Ryde Hospital staff with a simple message for the community
NSLHD responds to COVID-19
From building wards in under a week to training new nurses in intensive care, Northern Sydney Local Health District used all available resources to prepare for COVID-19 at the outset of the pandemic.
One of the very first actions it took was to set up an executive level incident management team which met daily to ensure the hospitals and services were appropriately resourced. The dedicated district team comprised of clinical advisors from respiratory, intensive care, emergency, infectious diseases and surgery, as well as district directors. Chief Executive Deb Willcox said the team would continue to come together throughout the pandemic to undertake planning for additional beds, equipment and resourcing as well as provide advice on personal protective equipment (PPE) and best clinical practice. “Together we are working on our district-wide response and preparedness, with special focus on emergency care, respiratory medicine, infectious diseases, and
possible place to care for patients with COVID-19.” More negative pressure single rooms have been created, meaning more infectious patients will be able to isolate to protect staff and patients. Many nurses underwent training to be upskilled in intensive care, under the supervision of ICU nurses and doctors. At Hornsby Ku-ring-gai Hospital, the emergency department was split into hot and cold zones to reduce the potential spread of COVID, with hot for patients suspected of COVID-19 while other patients could continue to be treated. More clinicians and health services turned to telehealth with many patients able to receive treatment or follow up consultations over the phone or video calls.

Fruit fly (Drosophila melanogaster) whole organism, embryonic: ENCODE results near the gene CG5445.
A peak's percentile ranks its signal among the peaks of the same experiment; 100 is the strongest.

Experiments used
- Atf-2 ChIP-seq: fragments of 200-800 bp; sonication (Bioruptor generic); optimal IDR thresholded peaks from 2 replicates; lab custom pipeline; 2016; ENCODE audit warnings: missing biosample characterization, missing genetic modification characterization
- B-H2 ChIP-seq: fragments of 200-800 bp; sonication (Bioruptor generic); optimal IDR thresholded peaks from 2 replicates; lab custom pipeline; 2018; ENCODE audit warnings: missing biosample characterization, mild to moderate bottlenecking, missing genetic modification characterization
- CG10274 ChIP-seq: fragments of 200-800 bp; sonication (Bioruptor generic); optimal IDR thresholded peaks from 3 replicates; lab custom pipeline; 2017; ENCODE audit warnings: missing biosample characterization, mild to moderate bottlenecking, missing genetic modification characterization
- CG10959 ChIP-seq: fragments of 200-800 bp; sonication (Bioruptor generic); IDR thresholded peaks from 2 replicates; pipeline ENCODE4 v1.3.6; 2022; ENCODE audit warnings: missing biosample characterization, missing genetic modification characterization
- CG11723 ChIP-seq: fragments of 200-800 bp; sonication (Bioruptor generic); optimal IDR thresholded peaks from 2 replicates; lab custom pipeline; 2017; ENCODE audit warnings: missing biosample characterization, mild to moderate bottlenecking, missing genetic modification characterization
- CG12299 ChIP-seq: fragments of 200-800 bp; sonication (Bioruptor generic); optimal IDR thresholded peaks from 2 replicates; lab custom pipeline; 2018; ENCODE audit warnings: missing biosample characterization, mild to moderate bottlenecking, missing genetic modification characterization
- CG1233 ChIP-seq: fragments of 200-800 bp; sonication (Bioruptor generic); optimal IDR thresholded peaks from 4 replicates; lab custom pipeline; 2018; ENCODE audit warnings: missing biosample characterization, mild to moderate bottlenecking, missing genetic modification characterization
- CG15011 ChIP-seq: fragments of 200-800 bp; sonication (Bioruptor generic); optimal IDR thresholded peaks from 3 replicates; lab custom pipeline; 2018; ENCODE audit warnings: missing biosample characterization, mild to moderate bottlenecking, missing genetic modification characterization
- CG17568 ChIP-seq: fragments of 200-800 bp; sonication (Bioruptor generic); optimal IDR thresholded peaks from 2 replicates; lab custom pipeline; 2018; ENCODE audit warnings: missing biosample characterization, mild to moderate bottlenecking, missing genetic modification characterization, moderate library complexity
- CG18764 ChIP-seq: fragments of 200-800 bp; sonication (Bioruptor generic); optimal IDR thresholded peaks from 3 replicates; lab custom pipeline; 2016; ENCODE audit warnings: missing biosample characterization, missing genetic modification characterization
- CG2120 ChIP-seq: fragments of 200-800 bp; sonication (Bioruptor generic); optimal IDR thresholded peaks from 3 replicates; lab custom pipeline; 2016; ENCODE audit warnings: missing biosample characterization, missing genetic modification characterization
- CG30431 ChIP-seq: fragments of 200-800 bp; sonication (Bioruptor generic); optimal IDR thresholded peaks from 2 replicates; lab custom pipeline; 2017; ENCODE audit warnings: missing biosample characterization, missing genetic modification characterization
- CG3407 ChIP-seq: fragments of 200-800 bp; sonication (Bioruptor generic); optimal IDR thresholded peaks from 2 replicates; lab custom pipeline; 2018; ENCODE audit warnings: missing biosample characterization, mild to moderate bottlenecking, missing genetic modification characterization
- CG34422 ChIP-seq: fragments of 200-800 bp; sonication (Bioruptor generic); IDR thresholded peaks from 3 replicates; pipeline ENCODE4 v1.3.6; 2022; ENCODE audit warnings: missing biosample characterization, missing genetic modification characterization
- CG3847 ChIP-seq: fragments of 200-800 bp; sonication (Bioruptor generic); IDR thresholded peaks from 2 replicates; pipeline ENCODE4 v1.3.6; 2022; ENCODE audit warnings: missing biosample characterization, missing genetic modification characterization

critical care. We are so extremely fortunate to have such high calibre clinical staff, who are true leaders in their disciplines and always have our patients and staff at the centre of their advice,” she said. At the onset of the pandemic, staff worked tirelessly in preparing for an anticipated surge of patients. Intensive care units (ICUs) doubled their capacity and teams of experts established a high dependency unit (HDU) at Royal North Shore Hospital in under a week – something that would normally take years to do. “The speed in which our staff have been able to achieve some of this is remarkable,” Deb said. “Everyone is working together, no matter what speciality they come from, to ensure we are in the best
4 NSLHDNEWS | 2020 YEAR IN REVIEW
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